What About the Metals we Use


Metals are strange stuff. Everyone has bent a bit of wire or sheet metal back and forth until it has broken – that's what you do when you need to cut a piece off but have no cutting pliers about you. But how does it work?

The reason metals appealed so much to their ancient discoverers was that, unlike tools made of flint or other stony materials, metals can bend rather than just snap under stress. They can also be hammered, bent, or otherwise forced into desired shapes – especially with application of heat.

Metal atoms are held to each other by electrical forces, mediated by outer shell electrons so lightly bonded that they really constitute and 'electron gas' in the metal. This being so, a particular metal atom, when forcibly moved, can bond into a new location as well as it did in its original one. The atoms of stony materials, by contrast, are bonded by exchange of electrons between particular atoms. When those bonds are broken, they are not self-repairing. And so metals yield while stony stuff snaps.

The mechanism of yielding involves the shifting of ranks of atoms over each other – a process made easier by the occasional out-of-place atom called a 'dislocation'. When stress is applied, motion begins more easily at the out-of-place atom and spreads to its neighbors. Bump-bump, the ranks of atoms move across each other, and dislocations move as well. The dislocations within it are driven, eventually forming tangles that resist further movement. This is why, as we bend the wire back and forth, it resists more strongly just before it breaks. The metal has become harder. Metallurgists say the metal has been 'work-hardened'. Since the tangled dislocations can't move any further, the material stiffens. When we keep on bending the material, it can't bend any more so it cracks and breaks in two.
People of my father's generation, seeing a metal part that had broken were likely to say: 'It crystallized.' Nothing could be further from the truth, because all practical metals consist of a jumble of randomly orientated crystals of various sizes. All metals are crystalline. In a crystal, atoms are arrayed in a regular, repeating pattern, but the atoms of a given metal may be able to arrange themselves in different patterns. This is the subject of crystallography – a subject that come into being only once we humans discovered X-rays and shone them into solids. Reflections of the X-ray beam from a crystal's various planes of symmetry from a mysterious-looking array of dots on X-ray film or on the screen of an electronic detector. From the locations and intensities of these reflected spots, a mind-breaking mathematics allows adepts to decode the structure of the crystal.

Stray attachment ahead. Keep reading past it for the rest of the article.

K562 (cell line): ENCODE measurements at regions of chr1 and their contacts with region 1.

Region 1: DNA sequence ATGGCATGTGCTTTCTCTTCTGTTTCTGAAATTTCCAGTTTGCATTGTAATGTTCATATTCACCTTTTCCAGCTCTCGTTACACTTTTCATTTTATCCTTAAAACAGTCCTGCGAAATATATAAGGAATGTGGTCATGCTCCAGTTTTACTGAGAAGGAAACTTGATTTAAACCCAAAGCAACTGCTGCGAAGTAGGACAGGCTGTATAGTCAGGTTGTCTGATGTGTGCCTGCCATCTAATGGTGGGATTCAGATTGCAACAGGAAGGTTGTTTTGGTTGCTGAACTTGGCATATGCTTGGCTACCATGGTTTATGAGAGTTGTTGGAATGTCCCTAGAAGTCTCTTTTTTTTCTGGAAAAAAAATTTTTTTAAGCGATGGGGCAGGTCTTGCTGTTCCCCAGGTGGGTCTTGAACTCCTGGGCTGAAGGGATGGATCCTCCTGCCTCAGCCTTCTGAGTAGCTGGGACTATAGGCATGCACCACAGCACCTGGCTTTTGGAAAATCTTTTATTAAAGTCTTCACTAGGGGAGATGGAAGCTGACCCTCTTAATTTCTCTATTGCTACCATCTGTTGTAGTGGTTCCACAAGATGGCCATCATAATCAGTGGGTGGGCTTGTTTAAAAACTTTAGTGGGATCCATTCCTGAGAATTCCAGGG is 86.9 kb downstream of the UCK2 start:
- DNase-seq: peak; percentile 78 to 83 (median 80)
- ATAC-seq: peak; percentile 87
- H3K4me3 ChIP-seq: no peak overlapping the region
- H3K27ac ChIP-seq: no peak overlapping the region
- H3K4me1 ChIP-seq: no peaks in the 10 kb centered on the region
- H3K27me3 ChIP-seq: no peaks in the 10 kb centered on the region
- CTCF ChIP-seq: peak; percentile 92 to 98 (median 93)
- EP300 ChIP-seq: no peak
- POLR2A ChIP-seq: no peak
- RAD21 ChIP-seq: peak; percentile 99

When iron or steel first solidifies from molten form, its crystalline form is called austenite. As it cools further, it progressively transforms to another structure that is more stable at lower temperatures, martensite. The iron cylinder liners of older engines are made austenitic because that form has a higher coefficient of thermal expansion, closer to that of the aluminum pistons. This made seizure less likely and allowed use of closer, less noisy cold clearance between cylinder and piston. Parts requiring high strength are heat-treated to transform austenite into the stronger martensite. Metallurgists devise or discover ways to achieve desired combinations of metal properties through means such as heat-treatment, alloying, or cold working.

A recent technique is the manufacture of connecting-rods from metal powders. This can control crystal grain size and allows parts to be made which are very close to 'net shape' - the shape of the finished part. This is valuable as every machining or grinding operation adds costs. An unfinished powder part can be broken by hand like a biscuit, but once its substance is sintered or fused by heat into solid form, it becomes strong enough to be used to make the connecting-rods or modern high-revving motorcycle engines.

When most rods were either cast or forged, the separate big-end cap, to the retained by bolts or studs, had to be produced separately, then fitted to the rod for final machining. More costs! Someone had the bright idea of finish-machining the rod in one piece, then fracturing the cap off it with sudden force. Small strategically placed notches act as crack-initiation points, and when an impactor applies sudden force to the cap, it is broken free of the rod in a predictable way. The irregularities of the fracture surface act to key cap and rod together, preventing relative movement at the joint.

Connecting-rods for the highest-performance applications continue to be machined from forgings. Specialized metals with novel properties continue to be developed, while many elements of today's machines continue to be made from tried-and-true metal alloys from decades ago.
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